A man who worked at the BBC as a teenager has told a court that a DJ gave him alcohol before molesting him.
The alleged victim said he met ex-BBC Norfolk broadcaster Michael Souter after starting a casual job at the corporation in Norwich.
The witness, who cannot be named for legal reasons, told Norwich Crown Court he began doing odd jobs at Souter's home, where he claims he was abused.
Souter, 60, of Loddon, Norfolk, denies 19 sex offences, including indecent assault, indecency with a child and serious sexual offences, against seven boys aged between 11 and 16. The allegations date from between 1979 and 1999.
The witness said that his job, which lasted for about six months, involved helping DJs and sometimes travelling with them in a radio car with them.
He said: "I sometimes did odd jobs for Mike, like cleaning his car at his house.
"On one occasion he offered me and a friend a beer and we accepted - it was the first time I had drank alcohol.
"I felt dizzy and the room was spinning.
"I was feeling unwell and he took me upstairs to lie down.
"When I woke up, I was in a bit of a shock. My trousers were down and Mike had his hand on me.
"He said 'Calm down, it's all right, don't worry'."
Jurors heard the man left his job at the BBC soon after and never returned to Souter's house.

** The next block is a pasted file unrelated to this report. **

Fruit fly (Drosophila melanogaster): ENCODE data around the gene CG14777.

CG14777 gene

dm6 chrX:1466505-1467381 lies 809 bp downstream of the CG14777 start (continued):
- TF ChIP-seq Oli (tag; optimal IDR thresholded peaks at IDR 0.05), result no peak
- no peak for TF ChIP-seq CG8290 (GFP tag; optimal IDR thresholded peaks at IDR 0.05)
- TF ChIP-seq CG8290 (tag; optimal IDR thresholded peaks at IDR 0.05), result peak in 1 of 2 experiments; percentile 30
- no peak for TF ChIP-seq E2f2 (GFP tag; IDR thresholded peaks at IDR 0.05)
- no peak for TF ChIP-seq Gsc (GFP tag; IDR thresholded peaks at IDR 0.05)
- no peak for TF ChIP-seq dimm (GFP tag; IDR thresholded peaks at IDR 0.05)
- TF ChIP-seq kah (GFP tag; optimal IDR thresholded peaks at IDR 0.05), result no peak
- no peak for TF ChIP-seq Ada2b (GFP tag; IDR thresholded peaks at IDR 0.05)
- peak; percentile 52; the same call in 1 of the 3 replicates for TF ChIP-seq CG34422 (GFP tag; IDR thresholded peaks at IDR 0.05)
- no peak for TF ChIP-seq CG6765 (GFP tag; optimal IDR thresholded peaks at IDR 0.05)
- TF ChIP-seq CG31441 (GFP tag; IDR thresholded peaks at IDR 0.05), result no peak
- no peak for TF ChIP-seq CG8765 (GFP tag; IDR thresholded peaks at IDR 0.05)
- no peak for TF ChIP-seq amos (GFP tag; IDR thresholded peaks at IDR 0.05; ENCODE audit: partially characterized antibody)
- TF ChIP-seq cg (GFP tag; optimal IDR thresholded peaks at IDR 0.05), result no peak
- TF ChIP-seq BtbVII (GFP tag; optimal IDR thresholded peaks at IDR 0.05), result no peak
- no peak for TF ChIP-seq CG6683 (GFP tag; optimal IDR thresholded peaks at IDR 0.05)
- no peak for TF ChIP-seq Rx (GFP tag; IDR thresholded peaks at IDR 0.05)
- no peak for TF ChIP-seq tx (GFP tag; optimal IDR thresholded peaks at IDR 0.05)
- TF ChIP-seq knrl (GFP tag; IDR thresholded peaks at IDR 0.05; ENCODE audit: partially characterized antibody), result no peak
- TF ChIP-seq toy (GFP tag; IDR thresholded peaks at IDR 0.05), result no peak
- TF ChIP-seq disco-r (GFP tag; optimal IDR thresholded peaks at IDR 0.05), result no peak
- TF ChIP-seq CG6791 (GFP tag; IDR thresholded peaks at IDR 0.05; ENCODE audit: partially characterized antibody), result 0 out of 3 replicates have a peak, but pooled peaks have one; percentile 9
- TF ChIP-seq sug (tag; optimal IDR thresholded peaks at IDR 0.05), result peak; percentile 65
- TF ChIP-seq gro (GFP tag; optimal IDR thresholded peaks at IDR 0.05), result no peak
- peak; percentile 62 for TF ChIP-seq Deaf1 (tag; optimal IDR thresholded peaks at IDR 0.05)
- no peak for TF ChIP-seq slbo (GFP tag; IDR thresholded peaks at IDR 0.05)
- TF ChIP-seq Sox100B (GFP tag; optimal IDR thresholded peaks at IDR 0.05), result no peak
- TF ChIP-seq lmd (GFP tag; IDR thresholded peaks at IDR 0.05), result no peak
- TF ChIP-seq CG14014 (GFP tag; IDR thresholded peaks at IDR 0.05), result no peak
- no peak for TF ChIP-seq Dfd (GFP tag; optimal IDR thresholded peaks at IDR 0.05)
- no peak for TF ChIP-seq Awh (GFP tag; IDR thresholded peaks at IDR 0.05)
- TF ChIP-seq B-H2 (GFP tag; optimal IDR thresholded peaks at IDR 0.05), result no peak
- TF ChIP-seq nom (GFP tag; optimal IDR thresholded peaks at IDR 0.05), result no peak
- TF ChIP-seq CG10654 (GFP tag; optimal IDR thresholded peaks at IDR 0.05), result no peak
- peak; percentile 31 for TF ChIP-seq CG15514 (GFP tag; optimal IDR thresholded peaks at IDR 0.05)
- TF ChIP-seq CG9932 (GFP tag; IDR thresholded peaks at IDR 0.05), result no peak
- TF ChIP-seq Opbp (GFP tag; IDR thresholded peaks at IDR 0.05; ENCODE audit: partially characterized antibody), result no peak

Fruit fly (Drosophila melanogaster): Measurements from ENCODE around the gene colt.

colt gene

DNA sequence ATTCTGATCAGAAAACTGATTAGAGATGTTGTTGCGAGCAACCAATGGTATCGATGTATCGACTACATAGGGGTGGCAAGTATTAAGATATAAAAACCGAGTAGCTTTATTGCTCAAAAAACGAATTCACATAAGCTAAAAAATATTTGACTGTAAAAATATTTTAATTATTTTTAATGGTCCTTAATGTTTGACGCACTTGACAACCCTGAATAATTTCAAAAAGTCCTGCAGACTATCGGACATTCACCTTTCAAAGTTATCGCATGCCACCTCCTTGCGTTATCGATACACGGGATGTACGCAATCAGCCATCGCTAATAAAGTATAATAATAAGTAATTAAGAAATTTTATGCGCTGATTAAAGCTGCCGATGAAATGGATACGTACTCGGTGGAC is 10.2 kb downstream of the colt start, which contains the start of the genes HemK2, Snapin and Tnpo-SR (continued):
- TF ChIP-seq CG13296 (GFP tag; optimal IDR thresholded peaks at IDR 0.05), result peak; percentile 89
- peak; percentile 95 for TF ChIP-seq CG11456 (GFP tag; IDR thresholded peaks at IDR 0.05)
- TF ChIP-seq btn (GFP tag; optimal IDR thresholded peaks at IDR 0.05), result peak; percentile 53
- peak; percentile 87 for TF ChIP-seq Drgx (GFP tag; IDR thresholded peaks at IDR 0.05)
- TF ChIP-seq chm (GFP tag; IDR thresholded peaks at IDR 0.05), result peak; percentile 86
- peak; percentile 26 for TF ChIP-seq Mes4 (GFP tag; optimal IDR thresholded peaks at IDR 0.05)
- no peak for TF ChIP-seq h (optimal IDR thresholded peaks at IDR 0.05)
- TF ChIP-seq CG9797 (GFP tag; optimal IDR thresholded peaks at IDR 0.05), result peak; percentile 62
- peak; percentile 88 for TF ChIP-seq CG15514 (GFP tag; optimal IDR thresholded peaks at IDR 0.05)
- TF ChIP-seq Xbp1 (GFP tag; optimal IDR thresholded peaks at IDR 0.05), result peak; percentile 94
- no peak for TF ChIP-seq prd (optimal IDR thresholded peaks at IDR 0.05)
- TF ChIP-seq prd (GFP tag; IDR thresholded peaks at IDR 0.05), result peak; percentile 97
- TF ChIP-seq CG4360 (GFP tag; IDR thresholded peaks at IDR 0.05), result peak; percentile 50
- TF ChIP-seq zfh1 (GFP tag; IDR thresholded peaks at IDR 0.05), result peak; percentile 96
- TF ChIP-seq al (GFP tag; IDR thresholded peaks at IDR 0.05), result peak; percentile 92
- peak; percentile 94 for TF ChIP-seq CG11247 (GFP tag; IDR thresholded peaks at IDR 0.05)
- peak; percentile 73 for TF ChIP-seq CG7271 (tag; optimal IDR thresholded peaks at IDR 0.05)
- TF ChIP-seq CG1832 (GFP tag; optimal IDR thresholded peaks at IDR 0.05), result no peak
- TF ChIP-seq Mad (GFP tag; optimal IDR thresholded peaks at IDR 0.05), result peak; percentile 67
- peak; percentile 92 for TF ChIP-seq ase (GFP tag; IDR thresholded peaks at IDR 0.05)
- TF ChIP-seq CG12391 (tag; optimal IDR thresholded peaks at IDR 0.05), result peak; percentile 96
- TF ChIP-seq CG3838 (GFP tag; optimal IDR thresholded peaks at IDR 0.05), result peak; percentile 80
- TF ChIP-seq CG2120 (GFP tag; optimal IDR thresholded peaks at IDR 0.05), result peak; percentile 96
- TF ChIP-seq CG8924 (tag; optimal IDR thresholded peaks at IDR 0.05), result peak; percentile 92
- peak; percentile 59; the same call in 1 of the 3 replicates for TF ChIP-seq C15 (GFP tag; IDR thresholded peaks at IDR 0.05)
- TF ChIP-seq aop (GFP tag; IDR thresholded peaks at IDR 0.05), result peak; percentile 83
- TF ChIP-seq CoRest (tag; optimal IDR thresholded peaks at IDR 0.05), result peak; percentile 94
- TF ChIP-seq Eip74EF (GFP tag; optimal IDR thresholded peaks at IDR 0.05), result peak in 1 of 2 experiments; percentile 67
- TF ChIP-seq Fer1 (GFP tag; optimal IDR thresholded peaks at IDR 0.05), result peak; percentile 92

He said he did not tell anybody about the abuse because, as a teenage boy, he did not want to be labelled as gay.
It was not until he was approached by police in 2011 that he spoke about the abuse.
"At first, I didn't remember who Mike Souter was," he said.
"They told me he worked at Radio Norfolk and asked if he had ever touched me, that was what jogged my memory.
"I've never discussed what happened with anybody else."
Asked by defence barrister Andrew Hill if he had a false memory or had made up the incident, the man said: "No, not at all."
As well as presenting various BBC Norfolk radio shows, Souter was involved in the Scout movement and volunteered as youth mentor for the county's social services department.
Originally from Scotland, he worked as a producer and presenter in both commercial and BBC radio since the mid-1970s. He had previously presented for Radio Clyde.
Since 1989 he has worked as a freelance broadcaster and runs a media relations consultancy.
Prosecutor Andrew Shaw has told the court Souter used his status as a local celebrity to meet and abuse young boys, many of whom were vulnerable.
Souter claims he has been the victim of a conspiracy. He denies he was attracted to young boys and claims none of the incidents happened.
The trial is expected to last six weeks.